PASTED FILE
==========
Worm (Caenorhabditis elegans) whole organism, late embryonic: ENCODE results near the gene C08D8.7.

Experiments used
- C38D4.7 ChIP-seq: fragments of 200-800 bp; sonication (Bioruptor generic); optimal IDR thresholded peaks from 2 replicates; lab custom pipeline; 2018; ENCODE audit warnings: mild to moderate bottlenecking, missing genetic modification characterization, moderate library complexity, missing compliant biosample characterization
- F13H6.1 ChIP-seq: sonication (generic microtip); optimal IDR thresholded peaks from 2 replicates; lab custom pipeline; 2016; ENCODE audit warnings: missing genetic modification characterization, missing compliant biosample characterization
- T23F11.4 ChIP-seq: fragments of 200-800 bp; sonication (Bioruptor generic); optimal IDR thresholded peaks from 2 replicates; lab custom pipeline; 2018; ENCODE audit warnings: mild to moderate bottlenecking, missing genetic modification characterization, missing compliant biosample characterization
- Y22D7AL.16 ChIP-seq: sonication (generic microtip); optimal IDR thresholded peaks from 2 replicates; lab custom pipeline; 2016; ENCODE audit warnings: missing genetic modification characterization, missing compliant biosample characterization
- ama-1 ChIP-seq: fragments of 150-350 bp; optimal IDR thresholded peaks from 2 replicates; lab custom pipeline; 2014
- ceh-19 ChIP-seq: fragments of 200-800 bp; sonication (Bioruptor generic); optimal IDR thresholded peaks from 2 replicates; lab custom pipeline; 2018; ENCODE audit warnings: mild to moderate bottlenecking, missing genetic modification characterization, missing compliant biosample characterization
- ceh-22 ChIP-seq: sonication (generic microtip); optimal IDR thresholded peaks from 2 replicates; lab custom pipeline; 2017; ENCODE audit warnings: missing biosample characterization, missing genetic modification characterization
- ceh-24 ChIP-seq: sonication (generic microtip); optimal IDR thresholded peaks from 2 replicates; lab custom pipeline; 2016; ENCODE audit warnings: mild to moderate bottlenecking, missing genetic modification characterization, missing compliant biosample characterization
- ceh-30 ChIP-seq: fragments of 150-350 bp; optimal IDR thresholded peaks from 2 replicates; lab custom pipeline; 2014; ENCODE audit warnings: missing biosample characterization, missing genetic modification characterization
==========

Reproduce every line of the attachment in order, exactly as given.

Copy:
Worm (Caenorhabditis elegans) whole organism, late embryonic: ENCODE results near the gene C08D8.7.

Experiments used
- C38D4.7 ChIP-seq: fragments of 200-800 bp; sonication (Bioruptor generic); optimal IDR thresholded peaks from 2 replicates; lab custom pipeline; 2018; ENCODE audit warnings: mild to moderate bottlenecking, missing genetic modification characterization, moderate library complexity, missing compliant biosample characterization
- F13H6.1 ChIP-seq: sonication (generic microtip); optimal IDR thresholded peaks from 2 replicates; lab custom pipeline; 2016; ENCODE audit warnings: missing genetic modification characterization, missing compliant biosample characterization
- T23F11.4 ChIP-seq: fragments of 200-800 bp; sonication (Bioruptor generic); optimal IDR thresholded peaks from 2 replicates; lab custom pipeline; 2018; ENCODE audit warnings: mild to moderate bottlenecking, missing genetic modification characterization, missing compliant biosample characterization
- Y22D7AL.16 ChIP-seq: sonication (generic microtip); optimal IDR thresholded peaks from 2 replicates; lab custom pipeline; 2016; ENCODE audit warnings: missing genetic modification characterization, missing compliant biosample characterization
- ama-1 ChIP-seq: fragments of 150-350 bp; optimal IDR thresholded peaks from 2 replicates; lab custom pipeline; 2014
- ceh-19 ChIP-seq: fragments of 200-800 bp; sonication (Bioruptor generic); optimal IDR thresholded peaks from 2 replicates; lab custom pipeline; 2018; ENCODE audit warnings: mild to moderate bottlenecking, missing genetic modification characterization, missing compliant biosample characterization
- ceh-22 ChIP-seq: sonication (generic microtip); optimal IDR thresholded peaks from 2 replicates; lab custom pipeline; 2017; ENCODE audit warnings: missing biosample characterization, missing genetic modification characterization
- ceh-24 ChIP-seq: sonication (generic microtip); optimal IDR thresholded peaks from 2 replicates; lab custom pipeline; 2016; ENCODE audit warnings: mild to moderate bottlenecking, missing genetic modification characterization, missing compliant biosample characterization
- ceh-30 ChIP-seq: fragments of 150-350 bp; optimal IDR thresholded peaks from 2 replicates; lab custom pipeline; 2014; ENCODE audit warnings: missing biosample characterization, missing genetic modification characterization